Georgia to start enforcing key part of its immigration law

Georgia state and local police may start enforcing one of the most controversial parts of the state’s immigration law for the first time now that a federal judge has lifted an injunction he placed against it.

The statute — nicknamed by critics as “the show-me-your-papers law” — gives police the option to investigate the immigration status of certain suspects. It also empowers police to detain people determined to be in the country illegally and take them to jail.

Partly modeled after a similar measure in Arizona, Georgia’s law is aimed at protecting taxpayer resources by pushing illegal immigrants out of the state. Georgia has the ninth-largest population among states. But it ranked sixth last year for the estimated number of illegal immigrants living within its borders, at 440,000, according to the U.S. Department of Homeland Security.

U.S. District Judge Thomas Thrash placed Georgia’s law on hold before it could go into effect last year after civil and immigrant rights activists sued to block it. Critics say the statute is unconstitutional and that it could interfere with the nation’s foreign diplomacy. They also say it could lead to racial profiling even though the statute explicitly prohibits that.

The state appealed to the U.S. 11th Circuit Court of Appeals in Atlanta, which reversed Thrash’s ruling in August. On Tuesday, Thrash signed an order complying with the appeals court’s decision. Thrash’s order, attorneys in the case said, lifted the preliminary injunction he issued against the law last year.

Thrash’s order could represent the end of the long-running legal battle over this law. But the activists who sued to block it say they won’t hesitate to file suit again if they find evidence police are violating people’s civil rights through prolonged traffic stops.

“Any type of violations of individuals’ rights — including prolonged detention — is something we will be looking for, documenting and will bring back to court,” said Karen Tumlin, a managing attorney for the National Immigration Law Center, which is part of a coalition of civil and immigrant rights groups that sued to block the statute.

The courts have also shown concern about the possibility of civil rights violations. For example, in sustaining Arizona’s similar law in June, the U.S. Supreme Court said detaining people “solely to verify their immigration status would raise constitutional concerns.”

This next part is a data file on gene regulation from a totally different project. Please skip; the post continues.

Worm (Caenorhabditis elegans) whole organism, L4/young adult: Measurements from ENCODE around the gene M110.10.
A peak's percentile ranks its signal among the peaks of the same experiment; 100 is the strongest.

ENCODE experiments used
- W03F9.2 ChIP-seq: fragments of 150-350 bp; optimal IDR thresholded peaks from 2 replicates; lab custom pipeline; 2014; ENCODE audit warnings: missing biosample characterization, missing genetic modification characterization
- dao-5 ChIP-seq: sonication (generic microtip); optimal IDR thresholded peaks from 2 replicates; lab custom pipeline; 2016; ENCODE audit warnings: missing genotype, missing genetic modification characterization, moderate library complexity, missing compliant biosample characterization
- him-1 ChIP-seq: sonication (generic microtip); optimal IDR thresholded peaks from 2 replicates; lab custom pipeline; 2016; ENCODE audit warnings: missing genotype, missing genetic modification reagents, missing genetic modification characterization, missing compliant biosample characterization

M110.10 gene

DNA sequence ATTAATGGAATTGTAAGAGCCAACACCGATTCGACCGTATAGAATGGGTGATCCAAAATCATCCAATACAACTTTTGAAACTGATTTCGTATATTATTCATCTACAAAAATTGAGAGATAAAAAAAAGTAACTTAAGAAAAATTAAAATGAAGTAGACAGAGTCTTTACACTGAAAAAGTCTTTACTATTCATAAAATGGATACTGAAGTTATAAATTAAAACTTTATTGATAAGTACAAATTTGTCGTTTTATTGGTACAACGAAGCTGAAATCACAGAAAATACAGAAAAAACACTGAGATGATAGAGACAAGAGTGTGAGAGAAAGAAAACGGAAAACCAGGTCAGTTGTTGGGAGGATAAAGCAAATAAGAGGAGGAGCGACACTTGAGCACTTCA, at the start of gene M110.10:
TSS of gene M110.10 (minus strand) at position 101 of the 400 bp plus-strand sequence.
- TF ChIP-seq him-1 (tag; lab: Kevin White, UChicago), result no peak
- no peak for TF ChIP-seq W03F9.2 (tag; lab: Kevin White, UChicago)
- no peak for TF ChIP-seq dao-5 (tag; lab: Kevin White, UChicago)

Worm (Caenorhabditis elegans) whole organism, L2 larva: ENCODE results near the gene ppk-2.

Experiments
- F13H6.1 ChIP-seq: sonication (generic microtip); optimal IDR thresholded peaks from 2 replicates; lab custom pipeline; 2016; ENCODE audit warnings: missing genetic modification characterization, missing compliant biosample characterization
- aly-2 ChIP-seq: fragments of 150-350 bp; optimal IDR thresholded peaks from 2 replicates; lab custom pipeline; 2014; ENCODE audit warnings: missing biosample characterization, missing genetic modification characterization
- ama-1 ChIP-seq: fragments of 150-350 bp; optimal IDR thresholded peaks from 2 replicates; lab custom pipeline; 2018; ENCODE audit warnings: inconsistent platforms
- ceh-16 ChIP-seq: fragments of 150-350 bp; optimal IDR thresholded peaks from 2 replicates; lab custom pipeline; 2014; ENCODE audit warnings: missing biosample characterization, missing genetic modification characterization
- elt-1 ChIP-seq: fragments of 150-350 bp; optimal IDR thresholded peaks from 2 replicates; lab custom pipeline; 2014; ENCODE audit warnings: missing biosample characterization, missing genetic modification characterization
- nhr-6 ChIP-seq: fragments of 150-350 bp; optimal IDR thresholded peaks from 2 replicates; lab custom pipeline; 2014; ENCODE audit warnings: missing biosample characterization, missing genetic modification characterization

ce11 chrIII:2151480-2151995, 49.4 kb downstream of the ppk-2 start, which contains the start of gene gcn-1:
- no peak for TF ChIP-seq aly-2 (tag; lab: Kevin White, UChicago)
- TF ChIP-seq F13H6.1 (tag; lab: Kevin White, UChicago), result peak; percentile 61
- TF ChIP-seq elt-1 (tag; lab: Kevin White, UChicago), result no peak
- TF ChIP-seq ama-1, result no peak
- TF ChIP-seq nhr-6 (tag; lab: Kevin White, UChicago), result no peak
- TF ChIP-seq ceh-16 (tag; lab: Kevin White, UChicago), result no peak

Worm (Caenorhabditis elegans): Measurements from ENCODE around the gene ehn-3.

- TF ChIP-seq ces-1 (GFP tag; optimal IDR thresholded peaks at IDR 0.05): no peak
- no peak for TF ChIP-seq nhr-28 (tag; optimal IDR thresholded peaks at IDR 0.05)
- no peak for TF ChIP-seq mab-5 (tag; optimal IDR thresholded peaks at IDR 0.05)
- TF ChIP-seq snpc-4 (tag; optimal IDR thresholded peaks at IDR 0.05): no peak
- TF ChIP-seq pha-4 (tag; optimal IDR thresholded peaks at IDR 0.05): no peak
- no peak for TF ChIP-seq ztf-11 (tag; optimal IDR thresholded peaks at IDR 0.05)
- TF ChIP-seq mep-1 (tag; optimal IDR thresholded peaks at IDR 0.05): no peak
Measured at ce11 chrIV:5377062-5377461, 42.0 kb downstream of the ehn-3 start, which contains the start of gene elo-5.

State officials said during the court battle over the law that police already have the authority to check the immigration status of people they have detained in connection with other crimes. State Rep. Matt Ramsey, who sponsored the law, underscored that it is discretionary and predicted police agencies across the state will enforce it differently, based on their manpower.

“It will be on a jurisdiction-by-jurisdiction basis,” he said in an interview last week.

The same has been true in Alabama, where a similar law has been in effect since last year. Some police agencies there are enforcing the law, while others are not. For example, the police chief in Clanton — a small town between Montgomery and Birmingham — said he stopped enforcing the law partly because it sometimes takes hours for federal authorities to respond to his officers’ queries about the immigration status of suspects.

Atlanta-area police agencies had put off training and other planning to enforce the law because it had been tied up in federal court.

Like Ramsey, Lt. Col. Ron Hunton, the field operations commander for the Cherokee County Sheriff’s Office, pointed out Tuesday the law is discretionary for police. Cherokee deputies typically contact federal immigration authorities when they are attempting to verify suspects’ legal status, he said. When deputies confirm suspects are in the country illegally, Hunton said, they contact the local U.S. Immigration and Customs Enforcement office. ICE officials could then ask the county to notify them before the suspects are released from jail so they may have the chance to detain and deport them.

“We have limited space in our detention facility and certainly do not have the resources to deal solely with immigration issues,” Hunton said in an email.

A Gwinnett County police spokesman said his agency doesn’t see the need to change its policies or procedures since it already participates in a federal program — called 287(g) – that gives some county authorities immigration enforcement powers.

Thrash’s order comes as state officials are considering whether to appeal an 11th Circuit Court decision against another part of Georgia’s immigration law. That provision would punish people who knowingly transport or harbor illegal immigrants while committing other crimes. The appeals court ruled the measure is pre-empted by federal law, which already prohibits such activities.

Meanwhile, President Barack Obama is pledging to attempt a comprehensive immigration overhaul after his inauguration. Among his goals: creating a pathway to citizenship for illegal immigrants.

Ramsey predicted such a change would not affect Georgia’s statute because it was written with the understanding that “federal immigration law is evolving.”

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